In this series of articles, I am going to explain in depth the processes of several music production tools and effects, such as compression, EQ, limiting, reverb, delay, dithering and more.
Music is a loser's game. Those of you who have tried to keep up with new releases both niche and popular, never mind checking out old records, will know what I’m talking about. You’ll be listening to albums like it’s your job, trying to build an understanding of each record in under two listens before tossing it aside for the new Taylor Swift album you probably weren’t even excited for anyway, and at the end of a night of intense listening you’ll come away with naught but a sensation that you’ve wasted your time, and what is time anyway, and we’re all going to die eventually so let’s just put on Kendrick Lamar and chill out for a hot minute.
In this series of articles, I am going to explain in depth the processes of several music production tools and effects, such as compression, limiting, reverb, delay, dithering and more.
I have been involved in the process of writing music for only a few years now and have learnt in that time to fully appreciate how difficult it can be to write something that reflects you and how to make a song that people will like. Writing music can be one of the most difficult things you’ll ever do. You are battling yourself and your own creativity to craft something that never existed before you began. It is also one of the most rewarding experiences you can have. It is with this in mind that I have decided to share some key lessons I have learnt along the way to get the best out of my abilities.
Learning a new instrument can be very discouraging to anyone who is just picking up an instrument for the first time. It is crucial that anyone beginning their studies of a musical instrument learns proper technique in order to avoid injury and to allow them to learn how to do anything they want to on that instrument. Good technique is the foundation for learning anything and is the best place to start learning an instrument.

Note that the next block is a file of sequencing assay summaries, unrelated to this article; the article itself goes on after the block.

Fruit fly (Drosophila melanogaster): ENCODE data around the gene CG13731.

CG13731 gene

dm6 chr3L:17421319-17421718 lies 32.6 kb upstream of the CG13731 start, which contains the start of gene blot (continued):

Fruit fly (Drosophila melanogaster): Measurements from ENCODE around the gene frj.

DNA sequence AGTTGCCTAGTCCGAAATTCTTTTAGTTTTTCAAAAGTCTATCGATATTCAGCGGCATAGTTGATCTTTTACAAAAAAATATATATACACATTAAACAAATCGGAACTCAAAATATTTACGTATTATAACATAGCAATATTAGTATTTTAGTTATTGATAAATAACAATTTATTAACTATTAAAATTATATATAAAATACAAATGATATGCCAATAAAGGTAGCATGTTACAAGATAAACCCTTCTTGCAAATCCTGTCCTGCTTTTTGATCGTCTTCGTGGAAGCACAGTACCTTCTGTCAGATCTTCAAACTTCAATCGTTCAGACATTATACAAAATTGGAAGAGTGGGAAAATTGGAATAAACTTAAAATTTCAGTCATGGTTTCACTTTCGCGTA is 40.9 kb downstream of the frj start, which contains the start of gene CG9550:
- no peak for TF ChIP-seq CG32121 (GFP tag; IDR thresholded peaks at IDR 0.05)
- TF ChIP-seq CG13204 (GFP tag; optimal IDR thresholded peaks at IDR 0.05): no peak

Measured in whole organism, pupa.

For me, I always wanted to be a musician. I told myself, If I want to pursue my dreams I need to compose my own songs. And I did. From watching other musicians, they have inspired me to write my own songs.
Published 2 years ago
If you're a long time fan of Broadway, you're likely ecstatic about the buzz surrounding the revival of The Phantom of the Opera. Andrew Lloyd Webber's "Love Never Dies" reconnects audiences with the Phantom's everlasting passion for Christine as he lures her to Coney Island to perform for him ten years following the setting of the original movie. With her husband and young son Gustave at her side, she ventures to face what we recognize to be the demons (or demon) from the couple's past.
Since the beginning of March, I've been on a UK tour with a Northern Soul Band called "The Signatures." It has been one of the best experiences of my career, but it has also had its challenges and various valuable lessons.
Freestyle rap is a battle to conquer on its own, and even some the most musically talented people in the world cannot get a handle on it.
For independent music artists with small fanbases, there is a common issue with finding the best way to monetize that fan base in today’s digital era. In 2016, Billboard wrote an article titled the “U.S. Record Industry Sees Album Sales Sink to Historic Lows, But People Are Listening to More Music Than Ever.” In the article, they cite that album sales decreased 16.9 percent in only the first half of the year and track sales have seen a 40 percent decrease. We all know why these numbers have decreased so drastically and will continue to fall because most of us are music consumers ourselves. If you’re still confused about it, pause your Apple Music playlist and pay attention.